S.Korea, U.S. Start Naval Exercises in West Sea

      November 29, 2010 13:34

      South Korea and the U.S. began four days of joint naval exercises in the West Sea on Sunday designed to discourage further provocations by North Korea following an artillery attack on Yeonpyeong Island last week. Although this drill is smaller than "Invincible spirit" held in July in response to North Korea's sinking of the Navy corvette Cheonan, it is according to a military source the largest combined naval exercise yet in the West Sea.

      A drill involving the aircraft carrier was originally envisioned as one of the responses to the sinking of the Cheonan but did not happen at the time due to Chinese resistance. It has now been expanded following the Yeonpyeong attack.

      North Korea and China are alarmed by the presence of the U.S. aircraft carrier George Washington in the West Sea. The nuclear-powered ship has an operational radius of 1,000 km, which covers all of North Korea, as well as Beijing and Shanghai.

      Aerial defense drills will see eight of South Korea's cutting-edge F-15K and KF-16 fighter jets taking part at a bombing range off the coast of Gunsan, North Jeolla Province. An amphibious landing exercise is being held on the western coast. The exercises, which are conducted around the clock, are being held 66 km off the coast of Gunsan. The area has seen joint military drills in the past, according to a Joint Chiefs of Staff official.

      The U.S. military aircraft carrier USS George Washington /Yonhap

      On Sunday the George Washington and other American military assets and South Korea's first Aegis destroyer King Sejong the Great and other vessels met up and moved to waters off Gunsan.

      The U.S. naval fleet forms the center of the drill, and at its heart is the George Washington, one of the world's largest aircraft carriers weighing 100,000 tons and carrying 80 fighter aircraft. They are FA-18 C/D "Hornet" fighter jets, FA-18 E/F "Super Hornet" fighter jets, EA-6B "Prowler" electronic warfare aircraft, E-2C "Hawkeye" surveillance aircraft, as well as C-2 transport planes and SH-60 helicopters.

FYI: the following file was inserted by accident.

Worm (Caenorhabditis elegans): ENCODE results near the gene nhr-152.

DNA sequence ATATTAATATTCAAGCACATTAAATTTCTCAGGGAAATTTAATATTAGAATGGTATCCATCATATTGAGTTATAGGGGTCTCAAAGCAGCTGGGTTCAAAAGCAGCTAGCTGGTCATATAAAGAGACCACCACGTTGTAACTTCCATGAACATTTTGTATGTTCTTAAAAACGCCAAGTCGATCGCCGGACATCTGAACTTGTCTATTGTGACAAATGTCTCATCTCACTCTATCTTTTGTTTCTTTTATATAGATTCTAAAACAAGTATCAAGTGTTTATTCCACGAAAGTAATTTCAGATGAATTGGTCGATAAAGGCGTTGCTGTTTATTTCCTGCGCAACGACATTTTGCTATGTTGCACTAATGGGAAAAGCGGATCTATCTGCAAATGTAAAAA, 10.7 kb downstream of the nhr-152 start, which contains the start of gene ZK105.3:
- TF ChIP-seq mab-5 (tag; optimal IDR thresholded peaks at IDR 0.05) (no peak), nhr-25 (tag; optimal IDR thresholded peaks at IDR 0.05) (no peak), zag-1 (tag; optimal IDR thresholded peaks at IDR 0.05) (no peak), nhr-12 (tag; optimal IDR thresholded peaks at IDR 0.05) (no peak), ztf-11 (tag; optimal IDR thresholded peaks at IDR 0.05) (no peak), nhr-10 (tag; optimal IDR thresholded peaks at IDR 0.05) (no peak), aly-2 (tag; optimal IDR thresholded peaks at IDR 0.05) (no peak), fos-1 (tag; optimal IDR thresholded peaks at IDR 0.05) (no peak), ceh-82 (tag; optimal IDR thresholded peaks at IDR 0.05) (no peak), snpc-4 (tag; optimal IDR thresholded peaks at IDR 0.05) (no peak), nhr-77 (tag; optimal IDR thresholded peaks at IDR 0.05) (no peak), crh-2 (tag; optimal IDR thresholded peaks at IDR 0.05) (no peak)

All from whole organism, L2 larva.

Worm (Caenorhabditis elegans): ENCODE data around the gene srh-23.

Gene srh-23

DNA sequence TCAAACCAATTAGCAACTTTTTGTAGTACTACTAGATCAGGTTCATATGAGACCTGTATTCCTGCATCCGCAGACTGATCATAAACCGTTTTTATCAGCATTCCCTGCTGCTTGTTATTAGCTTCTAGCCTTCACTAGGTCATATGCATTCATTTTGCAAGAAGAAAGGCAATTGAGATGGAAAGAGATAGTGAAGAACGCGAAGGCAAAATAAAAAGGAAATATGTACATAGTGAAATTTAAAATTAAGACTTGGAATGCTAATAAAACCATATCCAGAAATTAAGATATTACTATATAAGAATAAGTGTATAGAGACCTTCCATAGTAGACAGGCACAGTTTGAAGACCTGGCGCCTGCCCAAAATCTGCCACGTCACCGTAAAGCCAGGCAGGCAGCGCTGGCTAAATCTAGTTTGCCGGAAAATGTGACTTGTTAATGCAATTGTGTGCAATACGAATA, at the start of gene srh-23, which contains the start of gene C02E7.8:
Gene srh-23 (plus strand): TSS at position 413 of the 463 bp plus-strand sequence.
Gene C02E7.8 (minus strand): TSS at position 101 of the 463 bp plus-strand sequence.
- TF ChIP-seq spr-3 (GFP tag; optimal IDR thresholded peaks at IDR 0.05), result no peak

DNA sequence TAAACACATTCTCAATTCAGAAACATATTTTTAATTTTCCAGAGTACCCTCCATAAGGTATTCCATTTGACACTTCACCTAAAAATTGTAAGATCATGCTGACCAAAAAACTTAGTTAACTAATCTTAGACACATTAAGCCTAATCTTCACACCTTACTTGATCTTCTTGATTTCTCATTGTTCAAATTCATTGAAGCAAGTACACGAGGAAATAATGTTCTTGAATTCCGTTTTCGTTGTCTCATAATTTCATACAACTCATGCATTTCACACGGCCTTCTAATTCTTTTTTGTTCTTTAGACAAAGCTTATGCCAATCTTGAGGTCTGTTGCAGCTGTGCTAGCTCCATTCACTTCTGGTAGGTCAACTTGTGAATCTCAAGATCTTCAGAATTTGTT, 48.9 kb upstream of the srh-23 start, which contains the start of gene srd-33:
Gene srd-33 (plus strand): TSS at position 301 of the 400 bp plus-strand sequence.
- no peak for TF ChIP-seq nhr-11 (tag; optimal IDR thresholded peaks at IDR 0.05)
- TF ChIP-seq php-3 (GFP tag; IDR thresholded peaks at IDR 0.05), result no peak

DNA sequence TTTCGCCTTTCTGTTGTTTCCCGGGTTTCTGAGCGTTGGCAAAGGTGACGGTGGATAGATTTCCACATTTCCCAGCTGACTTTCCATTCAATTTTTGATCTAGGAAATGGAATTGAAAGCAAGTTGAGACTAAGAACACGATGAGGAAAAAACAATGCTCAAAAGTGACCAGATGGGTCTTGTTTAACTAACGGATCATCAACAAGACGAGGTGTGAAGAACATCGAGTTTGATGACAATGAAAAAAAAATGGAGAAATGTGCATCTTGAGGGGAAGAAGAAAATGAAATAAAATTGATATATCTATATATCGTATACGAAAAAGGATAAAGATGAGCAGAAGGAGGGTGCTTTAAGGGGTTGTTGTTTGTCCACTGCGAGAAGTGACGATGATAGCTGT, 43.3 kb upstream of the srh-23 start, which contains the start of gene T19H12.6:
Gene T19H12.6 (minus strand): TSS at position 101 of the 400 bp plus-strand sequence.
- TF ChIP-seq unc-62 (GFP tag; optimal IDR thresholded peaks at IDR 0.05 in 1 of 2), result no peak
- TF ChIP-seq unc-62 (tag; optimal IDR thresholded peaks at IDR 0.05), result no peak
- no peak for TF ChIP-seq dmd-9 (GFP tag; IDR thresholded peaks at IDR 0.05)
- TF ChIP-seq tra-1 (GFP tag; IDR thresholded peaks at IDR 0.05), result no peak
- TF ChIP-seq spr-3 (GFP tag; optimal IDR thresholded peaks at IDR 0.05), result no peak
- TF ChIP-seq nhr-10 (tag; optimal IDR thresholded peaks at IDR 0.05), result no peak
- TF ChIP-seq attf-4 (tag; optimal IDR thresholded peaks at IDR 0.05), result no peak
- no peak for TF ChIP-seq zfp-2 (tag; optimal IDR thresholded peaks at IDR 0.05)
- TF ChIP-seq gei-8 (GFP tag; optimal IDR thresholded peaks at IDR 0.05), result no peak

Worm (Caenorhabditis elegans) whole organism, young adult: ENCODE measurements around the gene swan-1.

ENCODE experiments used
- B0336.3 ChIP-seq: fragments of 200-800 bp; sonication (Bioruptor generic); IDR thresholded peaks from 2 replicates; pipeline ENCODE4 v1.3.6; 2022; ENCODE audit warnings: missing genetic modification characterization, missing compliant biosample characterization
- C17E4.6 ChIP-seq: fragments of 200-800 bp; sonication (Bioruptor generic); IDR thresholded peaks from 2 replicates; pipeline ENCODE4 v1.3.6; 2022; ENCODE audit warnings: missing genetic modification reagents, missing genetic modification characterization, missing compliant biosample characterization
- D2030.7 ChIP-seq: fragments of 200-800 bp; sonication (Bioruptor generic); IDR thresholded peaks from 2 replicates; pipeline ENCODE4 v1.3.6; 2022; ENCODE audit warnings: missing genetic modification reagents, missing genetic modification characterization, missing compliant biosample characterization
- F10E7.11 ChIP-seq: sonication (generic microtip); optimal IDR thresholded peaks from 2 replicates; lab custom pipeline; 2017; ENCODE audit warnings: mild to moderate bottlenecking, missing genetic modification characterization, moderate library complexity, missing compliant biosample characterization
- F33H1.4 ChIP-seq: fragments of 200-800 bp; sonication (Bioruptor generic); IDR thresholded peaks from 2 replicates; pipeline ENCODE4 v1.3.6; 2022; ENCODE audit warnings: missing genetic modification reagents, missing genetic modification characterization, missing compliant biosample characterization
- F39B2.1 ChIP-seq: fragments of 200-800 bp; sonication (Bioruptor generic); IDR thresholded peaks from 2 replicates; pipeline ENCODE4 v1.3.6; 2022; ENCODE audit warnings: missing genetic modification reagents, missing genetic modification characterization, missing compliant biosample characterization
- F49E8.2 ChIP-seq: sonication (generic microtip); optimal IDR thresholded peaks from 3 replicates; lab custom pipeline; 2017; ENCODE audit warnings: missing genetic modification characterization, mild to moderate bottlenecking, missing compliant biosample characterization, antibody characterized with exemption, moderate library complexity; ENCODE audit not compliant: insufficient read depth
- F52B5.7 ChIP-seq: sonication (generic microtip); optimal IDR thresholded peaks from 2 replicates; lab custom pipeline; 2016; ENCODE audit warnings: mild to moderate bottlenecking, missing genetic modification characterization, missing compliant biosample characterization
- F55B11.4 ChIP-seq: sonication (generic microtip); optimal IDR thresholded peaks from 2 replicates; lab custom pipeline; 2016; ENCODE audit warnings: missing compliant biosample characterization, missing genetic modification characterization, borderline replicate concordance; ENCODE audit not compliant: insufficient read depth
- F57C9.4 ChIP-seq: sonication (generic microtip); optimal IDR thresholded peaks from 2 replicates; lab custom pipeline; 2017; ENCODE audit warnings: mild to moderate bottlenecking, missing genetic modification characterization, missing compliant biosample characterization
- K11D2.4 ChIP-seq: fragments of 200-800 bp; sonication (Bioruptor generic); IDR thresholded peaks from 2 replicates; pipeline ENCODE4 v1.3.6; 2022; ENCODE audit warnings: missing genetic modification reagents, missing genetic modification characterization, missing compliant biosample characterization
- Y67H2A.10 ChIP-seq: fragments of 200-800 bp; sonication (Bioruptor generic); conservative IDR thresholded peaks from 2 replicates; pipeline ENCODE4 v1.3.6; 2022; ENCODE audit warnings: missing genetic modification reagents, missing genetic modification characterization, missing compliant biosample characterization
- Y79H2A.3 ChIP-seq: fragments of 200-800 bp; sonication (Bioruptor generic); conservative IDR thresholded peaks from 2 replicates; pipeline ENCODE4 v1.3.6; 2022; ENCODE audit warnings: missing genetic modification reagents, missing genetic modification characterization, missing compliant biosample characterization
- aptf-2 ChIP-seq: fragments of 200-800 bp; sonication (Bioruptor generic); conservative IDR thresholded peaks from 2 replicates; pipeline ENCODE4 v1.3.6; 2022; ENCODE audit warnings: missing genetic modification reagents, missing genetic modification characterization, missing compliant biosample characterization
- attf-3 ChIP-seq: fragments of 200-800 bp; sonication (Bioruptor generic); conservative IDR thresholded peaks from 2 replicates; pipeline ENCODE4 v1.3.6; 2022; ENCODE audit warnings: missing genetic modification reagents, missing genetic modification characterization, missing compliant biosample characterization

Built at a cost of more than US$4.5 billion, the Washington carries some 6,000 troops including navigators and pilots. Described as a "floating city" because it has its own broadcast station, post office, hospital and church, it took part in joint naval drills with South Korea in October last year.

      It is flanked by the Aegis cruiser Cowpens (9,600 tons), and the Aegis destroyers Shiloh, Stethem and Fitzgerald (over 9,700 tons). Some of them carry SM-3 interceptor missiles that can shoot down intercontinental ballistic missiles. Some of these Aegis vessels are also equipped with Tomahawk cruise missiles that can deliver surgical strikes on targets 1,600 km to 2,300 km away. The weapons are believed to have a deterrent effect on North Korea.

      Tomahawk missiles can hit North Korean "Silkworm" anti-ship missile bases and underground command centers with pin-point accuracy. There had been speculation that state-of-the-art F-22 Raptor fighter jets would take part in the drill, but the JCS denied this.

      The South Korean military has dispatched the King Sejong the Great as well as the 4,500 ton KDX-II destroyers Munmu the Great and Chungmugong Yi Sun-shin. Corvettes, convoy vessels, supply ships, P-3C surveillance planes and Lynx anti-submarine helicopters are also taking part.

      The two sides are not saying whether submarines are taking part in the exercise, but experts believe that one or two U.S. Los Angeles-class nuclear-powered subs and the 214 and 209 class South Korean subs are taking part.

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